Mideast summit begins amid wary hope
Bush, Sharon, and Abbas will meet in Jordan Wednesday on the heels of an Arab summit.
| RAMALLAH, WEST BANK
Sometimes you have to pinch yourself.
The Palestinian group Hamas, responsible for dozens of suicide bombings, ponders a cease-fire. A hard-line Israeli prime minister, breaking a taboo, refers to his country's "occupation" of Palestinian lands. And President Bush, once loath to risk an attempt to make peace between Israelis and Palestinians, is expected to sit down Wednesday with their leaders at a summit meeting in Jordan.
After 32 months of Israeli-Palestinian strife, these developments may seem hard to believe. But even those who've been disappointed by failed peace initiatives in recent years say it is time for hope. "We should be cautiously optimistic, mainly because it seems Bush is quite determined," says Gershon Baskin, Israeli codirector of the Israel/Palestine Center for Research and Information.
Still, this conflict rewards skeptics, and there are several reasons why Bush's intervention may falter. One is that the dynamic that has stopped earlier peacemaking initiatives - each side's insistence that the other act first - is still present.
In Catch-22 fashion, Israelis and Palestinians alike insist that the success of the US-backed road map toward peace, a plan devised with UN, European, and Russian input, depends on the other side.
The Israelis say the Palestinians must cease violence before substantive peace talks can proceed. Palestinian Authority West Bank security chief Zuhair Manasra says that ending violence - either by common agreement or by force - will be possible only if Israel and the US delineate "a clear political result that we can expect in a 90 percent guaranteed way."
Israel seems ready to take what one senior Israeli official calls "reversible" steps - releasing Palestinian prisoners, transferring tax revenues to the PA, easing the "closure" of the West Bank and Gaza Strip - "in order to help [newly appointed Palestinian Prime Minister Mahmoud Abbas] and his people."
"The Israeli government is willing to do more than in the past," says the official, speaking on condition of anonymity. Indeed, Israel Tuesday released about 100 of the thousands of the Palestinians they have detained, though reports ahead of the release said the Israelis were likely to free those nearing the end of their periods of detention.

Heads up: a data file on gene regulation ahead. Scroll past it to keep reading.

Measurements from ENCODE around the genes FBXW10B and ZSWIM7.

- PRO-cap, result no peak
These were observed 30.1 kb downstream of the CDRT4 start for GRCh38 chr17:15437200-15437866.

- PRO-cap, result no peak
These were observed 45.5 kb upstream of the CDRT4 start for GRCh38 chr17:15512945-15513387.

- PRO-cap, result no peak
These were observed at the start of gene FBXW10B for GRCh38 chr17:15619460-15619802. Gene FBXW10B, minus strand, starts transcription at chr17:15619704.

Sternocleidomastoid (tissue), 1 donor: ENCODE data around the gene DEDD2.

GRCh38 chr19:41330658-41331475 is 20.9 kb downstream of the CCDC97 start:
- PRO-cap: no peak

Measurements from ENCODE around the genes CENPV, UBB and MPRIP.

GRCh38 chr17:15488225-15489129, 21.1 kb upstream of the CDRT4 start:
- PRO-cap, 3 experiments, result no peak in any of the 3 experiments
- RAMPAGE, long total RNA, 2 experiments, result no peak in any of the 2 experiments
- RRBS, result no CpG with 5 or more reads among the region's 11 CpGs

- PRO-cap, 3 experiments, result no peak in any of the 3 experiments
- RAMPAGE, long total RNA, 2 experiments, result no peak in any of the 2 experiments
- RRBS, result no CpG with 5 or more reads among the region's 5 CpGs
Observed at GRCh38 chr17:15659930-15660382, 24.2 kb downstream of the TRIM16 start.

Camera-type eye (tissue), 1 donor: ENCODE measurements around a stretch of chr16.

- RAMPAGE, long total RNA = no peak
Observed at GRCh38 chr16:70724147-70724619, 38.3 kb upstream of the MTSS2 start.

On May 25, Sharon's Cabinet offered a conditional acceptance of the road map - which calls for the establishment of a Palestinian state in the West Bank and Gaza within three years - and the prime minister himself has alarmed his right-wing supporters by referring to Israel's presence in the Palestinian territories as "occupation"; but the Palestinians are a long way from convinced. The militant group Hamas, for instance, has debated for months its acquiescence in a cease-fire.
Members of the group, says one Western diplomat who also spoke on condition of anonymity, "are deeply skeptical about the road map and see this very much as a trap whereby the Palestinians are going to be forced to give up the resistance and the intifada without political gains."
"Hamas doesn't trust Israel and doesn't think it will respond positively to a truce," says Jawad Bahar, an Islamic leader in the southern West Bank city of Hebron who has spent years in Israeli jails on charges of belonging to Hamas, which he denies.
But he adds that Palestinians generally may shift their thinking if the Israelis ease off. "When people see that Israel is stopping killings, assassinations, and demolitions, they will turn to support the peace process."
The Israelis are similarly mistrustful of Palestinian intentions. Officials worry that any cease-fire will serve as a pause to regroup and re-arm rather than as breathing space for negotiations.
If Abbas fails to engineer a cease-fire, he will have to use his security forces to stop Hamas and other militant factions. Toward that end, in a parking lot in Ramallah, the hub city of the West Bank, newly reconstituted Palestinian security forces are renewing their training.
These forces, some of whose members have engaged in attacks against Israel during the past 32 months, are in a shambles. Israeli troops have destroyed their buildings and vehicles and arrested and killed some Palestinians security-force members.
These days they train in civilian clothes and without weapons, because an assembly of armed, uniformed men in a Palestinian city may bring arrest or worse at the hands of Israeli soldiers. Still, says Jamil, a Palestinian officer who wouldn't give his family name, he and his colleagues are ready to go to work, even if that means arresting Palestinians intent on fighting Israel.